Reconstruction Era National Monument

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Reconstruction Era National Monument
The Firehouse (5555968332).jpg
The Old Beaufort Firehouse, future site of Reconstruction Era National Monument Visitor Center, March 2011
Location Beaufort County, South Carolina
Coordinates 32°25′57″N 80°40′14″W / 32.43250°N 80.67056°W / 32.43250; -80.67056Coordinates: 32°25′57″N 80°40′14″W / 32.43250°N 80.67056°W / 32.43250; -80.67056
Area 64.99 acres (26.30 ha)
Website Reconstruction Era National Monument
Designated January 12, 2017
Reconstruction Era National Monument is located in South Carolina
Reconstruction Era National Monument
Location of Reconstruction Era National Monument in South Carolina
Reconstruction Era National Monument is located in the US
Reconstruction Era National Monument
Reconstruction Era National Monument (the US)

The Reconstruction Era National Monument is a United States National Monument in Beaufort County, South Carolina established by President Barack Obama in January 2017 to preserve and commemorate activities during the Reconstruction Era that followed the American Civil War. The monument is the first U.S. National Monument dedicated to the Reconstruction Era.[1] It is administered by the National Park Service.[2]

Creation of the monument[edit]

The campaign to create a Reconstruction Era National Monument spanned fifteen years, beginning in the final days of the Bill Clinton administration, when outgoing Interior Secretary Bruce Babbitt visited the Beaufort area, accompanied by historian Eric Foner, author of the book Reconstruction: America's Unfinished Revolution, 1863–1877.[1] The initial effort to create the national monument failed in Congress amid opposition from the Sons of Confederate Veterans.[1][3] In 2004, when the creation of a Beaufort Reconstruction History Park was being considered, the Sons of Confederate Veterans organized a campaign to persuade U.S. Representative Joe Wilson (who then represented the area of the proposed park) to oppose it. After receiving letters from the group's members and meeting with the group, Wilson told the National Park Service that he would not support the park.[3]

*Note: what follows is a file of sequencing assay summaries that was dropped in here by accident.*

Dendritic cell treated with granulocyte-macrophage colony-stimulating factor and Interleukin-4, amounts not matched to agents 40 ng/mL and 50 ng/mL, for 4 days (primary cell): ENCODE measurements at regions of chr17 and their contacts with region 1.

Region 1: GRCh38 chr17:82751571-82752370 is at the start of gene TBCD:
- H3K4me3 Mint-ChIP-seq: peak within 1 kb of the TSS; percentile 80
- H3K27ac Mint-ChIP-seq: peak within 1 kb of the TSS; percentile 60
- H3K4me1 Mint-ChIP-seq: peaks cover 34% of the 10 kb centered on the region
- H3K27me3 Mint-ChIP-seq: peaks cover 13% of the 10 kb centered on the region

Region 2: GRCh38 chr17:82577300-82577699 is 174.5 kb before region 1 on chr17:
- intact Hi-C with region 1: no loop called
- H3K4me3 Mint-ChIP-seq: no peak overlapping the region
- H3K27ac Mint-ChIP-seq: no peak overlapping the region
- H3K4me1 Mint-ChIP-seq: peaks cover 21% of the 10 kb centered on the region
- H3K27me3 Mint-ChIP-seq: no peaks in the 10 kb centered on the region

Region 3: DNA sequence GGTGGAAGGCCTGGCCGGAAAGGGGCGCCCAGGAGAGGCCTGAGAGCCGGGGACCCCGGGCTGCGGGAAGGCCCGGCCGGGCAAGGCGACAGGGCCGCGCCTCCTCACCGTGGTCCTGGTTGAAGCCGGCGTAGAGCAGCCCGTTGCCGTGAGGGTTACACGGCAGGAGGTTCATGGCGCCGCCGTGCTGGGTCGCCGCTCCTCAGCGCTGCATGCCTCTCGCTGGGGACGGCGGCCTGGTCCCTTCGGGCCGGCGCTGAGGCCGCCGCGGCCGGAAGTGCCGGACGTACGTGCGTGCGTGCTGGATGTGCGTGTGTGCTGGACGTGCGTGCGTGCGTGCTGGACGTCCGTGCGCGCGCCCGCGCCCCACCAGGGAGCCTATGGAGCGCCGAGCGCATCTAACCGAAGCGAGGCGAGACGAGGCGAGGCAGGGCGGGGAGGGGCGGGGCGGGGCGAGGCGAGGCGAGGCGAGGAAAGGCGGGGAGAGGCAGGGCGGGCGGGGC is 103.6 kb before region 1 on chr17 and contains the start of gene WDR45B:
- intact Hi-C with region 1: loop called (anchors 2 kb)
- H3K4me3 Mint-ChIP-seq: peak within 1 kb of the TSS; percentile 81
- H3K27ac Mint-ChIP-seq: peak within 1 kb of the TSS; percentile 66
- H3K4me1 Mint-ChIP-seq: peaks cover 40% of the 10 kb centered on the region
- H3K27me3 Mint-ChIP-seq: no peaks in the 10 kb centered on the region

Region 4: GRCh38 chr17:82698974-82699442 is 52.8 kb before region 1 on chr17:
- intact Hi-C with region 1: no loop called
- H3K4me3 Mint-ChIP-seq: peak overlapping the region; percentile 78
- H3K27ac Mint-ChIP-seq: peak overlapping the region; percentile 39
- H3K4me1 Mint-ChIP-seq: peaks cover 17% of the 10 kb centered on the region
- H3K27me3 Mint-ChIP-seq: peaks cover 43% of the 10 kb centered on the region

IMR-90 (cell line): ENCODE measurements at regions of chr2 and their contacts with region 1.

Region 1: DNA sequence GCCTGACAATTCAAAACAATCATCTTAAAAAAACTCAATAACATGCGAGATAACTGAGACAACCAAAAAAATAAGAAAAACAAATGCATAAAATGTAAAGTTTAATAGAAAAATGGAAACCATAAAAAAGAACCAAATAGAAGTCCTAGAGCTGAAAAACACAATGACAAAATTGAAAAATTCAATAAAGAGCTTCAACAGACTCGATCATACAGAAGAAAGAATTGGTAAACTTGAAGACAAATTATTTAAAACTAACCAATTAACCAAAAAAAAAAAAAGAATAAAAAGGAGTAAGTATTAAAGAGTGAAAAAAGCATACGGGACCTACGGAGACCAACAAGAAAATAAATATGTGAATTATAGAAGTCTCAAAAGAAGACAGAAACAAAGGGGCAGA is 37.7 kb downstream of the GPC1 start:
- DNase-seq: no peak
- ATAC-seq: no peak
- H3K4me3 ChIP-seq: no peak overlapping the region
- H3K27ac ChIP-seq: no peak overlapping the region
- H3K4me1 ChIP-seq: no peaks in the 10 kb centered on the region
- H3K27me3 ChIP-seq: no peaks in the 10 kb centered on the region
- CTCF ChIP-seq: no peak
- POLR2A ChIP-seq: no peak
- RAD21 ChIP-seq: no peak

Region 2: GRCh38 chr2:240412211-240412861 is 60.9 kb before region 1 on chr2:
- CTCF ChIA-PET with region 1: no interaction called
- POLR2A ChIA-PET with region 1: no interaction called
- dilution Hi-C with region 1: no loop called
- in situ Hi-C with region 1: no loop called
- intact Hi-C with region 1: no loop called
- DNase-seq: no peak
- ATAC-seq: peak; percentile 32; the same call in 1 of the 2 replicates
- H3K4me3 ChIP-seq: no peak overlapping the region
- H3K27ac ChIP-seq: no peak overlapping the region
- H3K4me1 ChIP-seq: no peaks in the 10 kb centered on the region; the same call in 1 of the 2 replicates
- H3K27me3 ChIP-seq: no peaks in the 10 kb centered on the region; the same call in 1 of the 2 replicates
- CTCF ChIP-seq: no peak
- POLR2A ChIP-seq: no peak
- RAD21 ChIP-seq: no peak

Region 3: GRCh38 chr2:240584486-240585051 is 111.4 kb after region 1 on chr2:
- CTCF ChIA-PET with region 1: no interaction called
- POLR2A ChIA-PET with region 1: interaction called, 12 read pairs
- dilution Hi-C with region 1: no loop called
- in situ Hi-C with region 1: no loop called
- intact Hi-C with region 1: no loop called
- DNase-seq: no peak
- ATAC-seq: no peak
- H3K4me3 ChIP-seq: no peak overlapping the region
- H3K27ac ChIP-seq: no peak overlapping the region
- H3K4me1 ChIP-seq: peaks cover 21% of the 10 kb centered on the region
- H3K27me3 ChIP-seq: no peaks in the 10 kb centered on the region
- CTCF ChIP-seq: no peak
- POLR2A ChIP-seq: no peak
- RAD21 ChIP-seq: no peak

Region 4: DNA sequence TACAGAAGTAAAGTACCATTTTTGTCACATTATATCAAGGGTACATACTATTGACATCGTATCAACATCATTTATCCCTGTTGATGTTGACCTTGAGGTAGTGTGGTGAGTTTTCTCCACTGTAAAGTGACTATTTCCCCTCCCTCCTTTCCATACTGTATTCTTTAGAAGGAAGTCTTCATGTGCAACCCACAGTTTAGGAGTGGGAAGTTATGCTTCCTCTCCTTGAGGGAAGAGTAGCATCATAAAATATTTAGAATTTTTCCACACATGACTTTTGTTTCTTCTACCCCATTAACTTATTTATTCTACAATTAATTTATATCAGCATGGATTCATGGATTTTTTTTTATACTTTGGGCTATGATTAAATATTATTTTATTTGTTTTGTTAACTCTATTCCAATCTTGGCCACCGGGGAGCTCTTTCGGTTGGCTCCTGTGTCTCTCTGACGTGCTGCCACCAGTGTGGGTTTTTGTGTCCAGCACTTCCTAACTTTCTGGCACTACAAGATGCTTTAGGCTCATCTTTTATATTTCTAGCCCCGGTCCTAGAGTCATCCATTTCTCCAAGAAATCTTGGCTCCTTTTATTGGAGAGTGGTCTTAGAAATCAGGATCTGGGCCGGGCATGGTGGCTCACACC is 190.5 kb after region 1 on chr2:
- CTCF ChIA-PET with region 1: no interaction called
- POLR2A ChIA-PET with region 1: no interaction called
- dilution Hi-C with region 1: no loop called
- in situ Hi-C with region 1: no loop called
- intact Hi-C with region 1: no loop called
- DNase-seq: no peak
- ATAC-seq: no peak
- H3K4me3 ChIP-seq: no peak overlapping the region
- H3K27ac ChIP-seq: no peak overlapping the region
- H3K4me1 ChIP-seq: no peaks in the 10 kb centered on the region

The proposal was revived in 2015, however, after two historians commissioned by the Park Service—Gregory Downs of the University of California, Davis and Kate Masur of Northwestern University—undertook a field study of sites associated with the Reconstruction era and issued a report entitled National Historical Landmark Theme Study on the U.S. Reconstruction Era, 1861–1898.[1][4] At an April 2016 symposium entitled "The Reconstruction Era: History and Public Memory" in Columbia, South Carolina, sponsored by Historic Columbia and the University of South Carolina History Center, Downs, Masur, and others spoke. At that symposium, a Park Service official indicated that opposition to the proposed national monument from the Sons of Confederate Veterans had softened.[3]